Antiwar Activist Daniel Ellsberg Captivates Trent Students in First Ever Canadian Engagement
December 12, 2007
More than 350 faculty, students, staff and community members filled the Great Hall at Trent University on November 21 to experience history in the making as renowned American antiwar activist Daniel Ellsberg spoke for the first time in Canada.
Mr. Ellsberg was delighted that his first Canadian speaking engagement was taking place at Trent University. "Trent has a reputation of being freedom-minded," he told the audience.
They gathered to hear Mr. Ellsberg share his personal stories about his courageous efforts to expose government lies in the 1970s and the disturbing similarities between current U.S. aggression in Iraq and Vietnam, and Iran and Cambodia. Motivated by the tumultuous course of events during the Vietnam War and the Watergate affair, Mr. Ellsberg transformed himself from a senior government insider into a devoted peace and nuclear disarmament advocate.
"To attack Iraq following 9-11 is like attacking Mexico after Pearl Harbour," said Mr. Ellsberg when describing President Bush’s decision to enter the "war on terror". "The government is filled with people who see the attack on Iraq for what it is, but no one has taken the risk of their career or clearance to expose it other than the occasional anonymous leaks to the media." Mr. Ellsberg went on to illustrate the kinds of actions that inside government officials could take if they wanted to provoke the end of the war, noting "there’s nothing like documents in large numbers to be effective."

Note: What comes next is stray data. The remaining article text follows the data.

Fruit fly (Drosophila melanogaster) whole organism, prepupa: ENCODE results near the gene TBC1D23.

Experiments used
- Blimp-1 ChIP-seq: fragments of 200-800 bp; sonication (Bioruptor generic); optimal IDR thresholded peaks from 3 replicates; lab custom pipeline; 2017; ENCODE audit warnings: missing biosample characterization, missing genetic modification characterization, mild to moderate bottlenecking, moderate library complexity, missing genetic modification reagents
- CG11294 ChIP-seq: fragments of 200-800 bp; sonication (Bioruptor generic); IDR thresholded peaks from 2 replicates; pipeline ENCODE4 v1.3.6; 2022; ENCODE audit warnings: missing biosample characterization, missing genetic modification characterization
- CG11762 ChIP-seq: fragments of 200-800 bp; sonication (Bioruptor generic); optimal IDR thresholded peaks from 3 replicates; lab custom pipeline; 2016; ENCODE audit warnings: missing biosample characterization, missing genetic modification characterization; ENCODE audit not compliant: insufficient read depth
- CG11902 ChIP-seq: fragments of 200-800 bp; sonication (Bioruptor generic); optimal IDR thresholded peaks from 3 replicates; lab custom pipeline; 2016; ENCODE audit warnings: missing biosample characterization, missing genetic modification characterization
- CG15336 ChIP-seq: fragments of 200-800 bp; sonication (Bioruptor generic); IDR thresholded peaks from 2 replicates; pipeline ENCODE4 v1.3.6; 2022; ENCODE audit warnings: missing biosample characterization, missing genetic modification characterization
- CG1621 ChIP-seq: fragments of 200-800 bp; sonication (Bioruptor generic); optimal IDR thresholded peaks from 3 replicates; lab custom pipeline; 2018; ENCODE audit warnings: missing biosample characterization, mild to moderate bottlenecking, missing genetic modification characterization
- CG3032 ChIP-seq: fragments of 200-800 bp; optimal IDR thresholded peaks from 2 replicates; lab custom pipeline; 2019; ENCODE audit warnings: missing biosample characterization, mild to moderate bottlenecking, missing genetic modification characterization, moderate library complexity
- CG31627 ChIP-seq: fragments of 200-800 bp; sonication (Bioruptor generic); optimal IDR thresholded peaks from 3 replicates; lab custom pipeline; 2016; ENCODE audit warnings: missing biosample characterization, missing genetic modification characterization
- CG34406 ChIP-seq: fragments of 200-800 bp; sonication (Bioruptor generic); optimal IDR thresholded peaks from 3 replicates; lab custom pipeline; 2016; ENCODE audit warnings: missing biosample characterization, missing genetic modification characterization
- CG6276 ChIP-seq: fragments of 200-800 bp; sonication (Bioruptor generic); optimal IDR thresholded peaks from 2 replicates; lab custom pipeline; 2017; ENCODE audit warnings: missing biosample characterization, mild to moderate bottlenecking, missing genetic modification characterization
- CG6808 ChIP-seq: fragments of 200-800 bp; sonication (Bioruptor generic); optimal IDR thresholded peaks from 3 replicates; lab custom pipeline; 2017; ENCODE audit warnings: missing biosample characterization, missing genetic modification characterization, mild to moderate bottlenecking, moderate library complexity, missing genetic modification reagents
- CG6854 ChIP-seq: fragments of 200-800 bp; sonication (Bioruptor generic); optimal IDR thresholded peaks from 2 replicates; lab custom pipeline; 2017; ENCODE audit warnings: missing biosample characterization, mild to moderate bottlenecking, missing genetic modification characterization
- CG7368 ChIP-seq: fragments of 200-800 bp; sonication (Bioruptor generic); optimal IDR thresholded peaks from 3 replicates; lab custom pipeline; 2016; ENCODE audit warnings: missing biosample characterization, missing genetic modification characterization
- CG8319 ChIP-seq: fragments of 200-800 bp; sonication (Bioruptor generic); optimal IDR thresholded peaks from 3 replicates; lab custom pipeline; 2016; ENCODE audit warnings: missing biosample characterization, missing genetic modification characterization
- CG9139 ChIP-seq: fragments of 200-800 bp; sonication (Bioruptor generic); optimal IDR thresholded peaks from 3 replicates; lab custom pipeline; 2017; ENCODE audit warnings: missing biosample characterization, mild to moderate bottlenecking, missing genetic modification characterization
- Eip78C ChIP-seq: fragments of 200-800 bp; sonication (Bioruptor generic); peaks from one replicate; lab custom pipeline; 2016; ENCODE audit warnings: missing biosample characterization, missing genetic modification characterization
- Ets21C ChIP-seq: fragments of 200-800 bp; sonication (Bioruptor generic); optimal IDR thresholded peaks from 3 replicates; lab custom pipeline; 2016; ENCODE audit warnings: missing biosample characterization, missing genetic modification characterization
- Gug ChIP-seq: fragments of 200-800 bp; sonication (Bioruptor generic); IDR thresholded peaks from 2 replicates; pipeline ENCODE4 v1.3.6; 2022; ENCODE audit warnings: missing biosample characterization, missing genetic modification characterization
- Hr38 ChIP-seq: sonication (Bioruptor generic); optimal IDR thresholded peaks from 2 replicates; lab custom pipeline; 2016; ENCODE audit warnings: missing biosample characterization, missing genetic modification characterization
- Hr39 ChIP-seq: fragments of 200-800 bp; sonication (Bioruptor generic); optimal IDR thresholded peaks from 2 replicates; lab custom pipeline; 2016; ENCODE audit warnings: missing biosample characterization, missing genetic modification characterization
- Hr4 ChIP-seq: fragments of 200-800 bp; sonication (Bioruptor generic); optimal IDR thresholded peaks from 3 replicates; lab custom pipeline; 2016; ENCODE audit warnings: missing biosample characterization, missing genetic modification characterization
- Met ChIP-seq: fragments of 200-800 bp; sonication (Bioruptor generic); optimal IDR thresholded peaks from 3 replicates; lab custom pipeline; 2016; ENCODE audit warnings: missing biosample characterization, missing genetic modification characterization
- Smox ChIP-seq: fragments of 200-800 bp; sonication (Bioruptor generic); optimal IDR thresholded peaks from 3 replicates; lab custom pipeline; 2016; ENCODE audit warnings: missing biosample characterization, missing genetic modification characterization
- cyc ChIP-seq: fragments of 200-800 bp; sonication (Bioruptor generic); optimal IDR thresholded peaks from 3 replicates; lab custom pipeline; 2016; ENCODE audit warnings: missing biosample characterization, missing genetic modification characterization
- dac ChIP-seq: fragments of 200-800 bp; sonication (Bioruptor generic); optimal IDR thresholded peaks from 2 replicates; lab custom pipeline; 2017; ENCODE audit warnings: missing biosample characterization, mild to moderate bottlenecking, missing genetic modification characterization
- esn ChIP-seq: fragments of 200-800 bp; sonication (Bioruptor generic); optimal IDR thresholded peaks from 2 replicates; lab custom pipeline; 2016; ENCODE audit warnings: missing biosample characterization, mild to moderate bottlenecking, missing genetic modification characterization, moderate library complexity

Mr. Ellsberg was a former high-ranking Pentagon official and soldier in the Vietnam War, who gained international renown when he leaked a collection of secret government documents that revealed the duplicity and brutality of U.S. intervention in the Vietnam War. Drawing from his own experiences of the early 1970s, he related how the government tried to suppress him, resulting in a landmark U.S. Supreme Court decision that asserted the right of American citizens to be informed about the misdeeds of their government in foreign lands, as well as at home.
Mr. Ellsberg recalled the efforts of President Nixon who in 1971 illegally arranged the burglary of his former psychoanalyst, hoping to find information with which to blackmail Mr. Ellsberg into silence. This became part of the Watergate scandal, which led to President Nixon’s resignation and, ultimately, the end of the Vietnam War. In comparing this situation to today, Mr. Ellsberg said, "With the passing of the Patriot Act, it is now legal to wiretap and raid doctors offices in the United States without a warrant. In fact, the illegal acts perpetrated against me in 1971 are no longer criminal."
A large part of Mr. Ellsberg’s presentation centred on the philosophies and individuals who influenced him to adopt the values of non-violence and civil disobedience, such as Martin Luther King, Gandhi and Henry David Thoreau. He quoted Thoreau’s idea that "withdrawing cooperation from tyrants undermines their power" and stated that concealing secrets is a form of cooperation. "To carry out a war, governments rely on secrecy, propaganda and groundless rationales, which means it’s vulnerable to the truth," he said.
Students in the audience were pleased to have this opportunity to listen to Mr. Ellsberg. "I have a broad knowledge of these subjects, but I wanted to hear about it from someone who’s spent his life thinking about this so I can draw my own conclusions about the current situation in Iraq," said Rob Kiley, a concurrent education student joint majoring in physics, psychology and history. Indeed, this was a sentiment shared by many others who appreciated participating in this significant event delving into one of the most important issues of our time.back